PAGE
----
Marc Tyler: 3 Biggest Strengths and Weaknesses of NFL Draft Prospect's Game
Marc Tyler's college career never quite lived up to the hype that preceded his arrival at USC. The running back battled injuries, off-the-field problems and a stacked depth chart.
Still, Tyler carved out a niche for himself during his final two seasons with the Trojans. Through hard work, he earned his way back into the good graces of coach Lane Kiffin.
He is a power running back who could have a future in the NFL if a team is willing to use a late-round pick on him in the upcoming draft.
Here is a breakdown of his strengths and weaknesses.
Strength: His Pedigree
Tyler was a five-star recruit coming out of Oaks Christian High School in Westlake, Calif. His most famous teammate was much-heralded quarterback Jimmy Clausen. During his final high school season, Tyler was ranked as the No. 17 player in the nation by Rivals.com and the second-best running back.
He is also the son of Wendell Tyler, who was a Pro Bowl running back for the Los Angeles Rams and San Francisco 49ers in the NFL.
The younger Tyler has always been a part of winning programs. Thanks to his bloodlines, his natural football talent has never been in question. In addition, when he got in trouble for comments made to TMZ while intoxicated before his senior season, his father was a big part of setting him straight and getting him on the right track.
He needs to improve in several areas (which will be highlighted later), but there is a lot to like about his background.
Strength: Power Running
After watching tape on Tyler, it is obvious that his biggest asset is his ability to run between the tackles. He's a strong, powerful runner with a wide base and great pad level.
He lowers his shoulders when contact approaches and that helps him keep his balance when hit. Tyler is a competitive runner who pushes through contact and picks up extra yards. He also won't willingly go out of bounds and seems to enjoy delivering hits to defenders.
His vision along the interior is excellent as well. He can find small creases, cut through tight areas and push through when a hole closes suddenly.
At 5'11" and 219 pounds, he is on the small side for an NFL power back. But if he could put on some good weight, Tyler could churn out tough yards at the next level.
It seems strange to say that a power back possesses versatility, but Tyler certainly does.
While he only had 28 career catches at USC, he has extremely soft hands out of the backfield. He runs excellent routes and seemed to find ways to get open when his quarterbacks needed an outlet.
Tyler also played quarterback in USC's Wildcat formation during his final two seasons and was successful at that spot. While he lacks the kind of speed usually seen from guy who runs the Wildcat, his vision and power more than made up for that.
That he is a solid pass-blocker with developing technique and awareness means that he could probably even play a fullback-type role in the right formation at the next level.
Tyler broke his leg during his senior year in high school and had to have a rod surgically implanted in his leg. That led to a redshirt during what would have been his freshman season.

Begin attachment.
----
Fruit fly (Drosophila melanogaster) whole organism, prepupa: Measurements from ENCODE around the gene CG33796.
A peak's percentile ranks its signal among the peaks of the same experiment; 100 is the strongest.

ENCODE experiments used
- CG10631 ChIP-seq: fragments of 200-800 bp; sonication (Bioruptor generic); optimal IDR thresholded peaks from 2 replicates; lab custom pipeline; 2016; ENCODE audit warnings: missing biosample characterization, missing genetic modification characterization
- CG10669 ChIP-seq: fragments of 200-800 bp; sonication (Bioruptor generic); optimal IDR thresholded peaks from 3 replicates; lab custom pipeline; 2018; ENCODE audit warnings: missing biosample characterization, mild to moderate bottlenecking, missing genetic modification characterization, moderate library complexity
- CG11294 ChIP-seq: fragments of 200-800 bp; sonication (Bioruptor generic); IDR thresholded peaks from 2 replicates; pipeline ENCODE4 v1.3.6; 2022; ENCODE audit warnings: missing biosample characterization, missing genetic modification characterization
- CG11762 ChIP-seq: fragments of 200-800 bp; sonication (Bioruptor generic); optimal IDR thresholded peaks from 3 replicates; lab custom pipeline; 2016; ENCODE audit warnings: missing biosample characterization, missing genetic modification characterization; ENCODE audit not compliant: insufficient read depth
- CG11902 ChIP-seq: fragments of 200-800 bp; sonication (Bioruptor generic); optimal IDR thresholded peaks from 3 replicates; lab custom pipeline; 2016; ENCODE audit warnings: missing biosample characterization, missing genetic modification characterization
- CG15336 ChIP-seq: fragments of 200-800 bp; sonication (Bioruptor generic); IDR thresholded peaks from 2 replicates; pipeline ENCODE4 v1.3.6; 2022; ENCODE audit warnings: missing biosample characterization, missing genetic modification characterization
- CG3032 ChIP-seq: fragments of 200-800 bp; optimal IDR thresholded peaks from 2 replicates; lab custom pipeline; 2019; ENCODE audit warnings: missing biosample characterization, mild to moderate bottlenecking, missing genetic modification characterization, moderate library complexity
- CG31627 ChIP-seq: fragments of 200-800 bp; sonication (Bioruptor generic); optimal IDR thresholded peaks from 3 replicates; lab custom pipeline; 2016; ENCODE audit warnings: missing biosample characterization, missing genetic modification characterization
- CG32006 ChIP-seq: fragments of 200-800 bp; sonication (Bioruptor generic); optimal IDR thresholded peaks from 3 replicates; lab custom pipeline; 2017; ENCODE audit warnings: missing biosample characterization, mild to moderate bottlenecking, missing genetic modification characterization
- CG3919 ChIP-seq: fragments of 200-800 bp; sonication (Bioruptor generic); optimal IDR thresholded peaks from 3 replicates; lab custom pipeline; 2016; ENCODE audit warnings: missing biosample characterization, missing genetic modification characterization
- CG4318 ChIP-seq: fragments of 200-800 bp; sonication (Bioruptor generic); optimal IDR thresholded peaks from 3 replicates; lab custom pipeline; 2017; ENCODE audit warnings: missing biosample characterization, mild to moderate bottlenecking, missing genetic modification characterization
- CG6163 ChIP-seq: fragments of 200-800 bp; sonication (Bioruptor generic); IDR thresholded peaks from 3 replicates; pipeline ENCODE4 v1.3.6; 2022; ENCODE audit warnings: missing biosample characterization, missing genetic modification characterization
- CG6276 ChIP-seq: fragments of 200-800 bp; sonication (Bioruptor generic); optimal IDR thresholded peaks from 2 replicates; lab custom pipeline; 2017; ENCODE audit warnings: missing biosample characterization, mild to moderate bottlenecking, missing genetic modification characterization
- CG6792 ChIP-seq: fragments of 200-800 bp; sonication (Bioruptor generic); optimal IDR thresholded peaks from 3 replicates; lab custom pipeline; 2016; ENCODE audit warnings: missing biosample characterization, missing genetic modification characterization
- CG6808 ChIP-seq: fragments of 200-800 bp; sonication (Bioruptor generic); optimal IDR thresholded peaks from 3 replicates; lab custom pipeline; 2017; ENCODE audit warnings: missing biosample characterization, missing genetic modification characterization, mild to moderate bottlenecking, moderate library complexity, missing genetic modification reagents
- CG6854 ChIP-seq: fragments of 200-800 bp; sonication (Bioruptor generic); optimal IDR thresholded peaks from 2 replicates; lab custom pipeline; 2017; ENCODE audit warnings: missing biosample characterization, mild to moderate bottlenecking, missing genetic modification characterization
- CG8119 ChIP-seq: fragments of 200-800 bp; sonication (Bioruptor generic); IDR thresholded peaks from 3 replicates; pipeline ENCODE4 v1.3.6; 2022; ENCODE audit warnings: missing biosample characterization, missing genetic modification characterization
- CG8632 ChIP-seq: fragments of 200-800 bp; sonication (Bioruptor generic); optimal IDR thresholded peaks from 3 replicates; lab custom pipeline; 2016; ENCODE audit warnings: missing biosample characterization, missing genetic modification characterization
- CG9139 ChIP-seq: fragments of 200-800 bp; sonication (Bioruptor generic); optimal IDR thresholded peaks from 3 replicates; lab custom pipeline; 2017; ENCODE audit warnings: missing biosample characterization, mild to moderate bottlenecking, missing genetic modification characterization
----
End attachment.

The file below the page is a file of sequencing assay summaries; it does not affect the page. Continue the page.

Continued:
He missed time in 2008 thanks to a sprained hip. He sprained a toe before the second game of the 2009 season and missed the rest of the year after having surgery. He pulled a hamstring during spring ball in 2011 and also missed the Colorado game in 2011 with a shoulder injury.
He was largely healthy during the 2010 season. As a result, he played in all 13 games and rushed for 913 yards and nine touchdowns on 171 carries (5.3 yards per carry).
But thanks to injuries and off-field issues, he finished his senior season with just 568 yards and four touchdowns on 122 carries.
Weakness: Lack of Top-End Speed
At the 2012 NFL Scouting Combine, Tyler turned in a terrible 40-yard dash time of 4.76 seconds. He later turned in a time of 4.64 seconds at his pro day, but claimed his poor combine workout was the result of a pulled hamstring.
Tyler has the power to be a solid back at the NFL level, but he must improve his speed to become a solid prospect. According to Scott Wolf of the Los Angeles Daily News, a scout in attendance felt that Tyler vastly improved his stock at USC's pro day.
He has never been the kind of guy who would run away from defenders. His strength lies between the tackles.
Weakness: Character and Issues off the Field
Tyler is well-liked by his teammates and the media, but his off-field problems certainly give reason for pause.
He was involved in two separate issues on campus during the spring of 2011. In one incident he allegedly spit on a female, and was accused of sexual assault by another. Then came the infamous TMZ encounter last July, where he drunkenly, jokingly suggested that USC was paying its players.
Tyler had also shown up for spring practice overweight earlier in the year and likely injured his hamstring as a result.
By virtually all accounts, Tyler cleaned up his act and earned his way back on to the team after being suspended indefinitely by coach Lane Kiffin as a result of his repeated offenses. Tyler had reportedly been struggling with drinking. But after the TMZ incident, he stayed sober.
Tyler did work himself back onto the team and was a leader for a very successful Trojans team in 2011.
Still his history of immaturity is troubling and will remain so until Tyler proves that he has moved on and matured.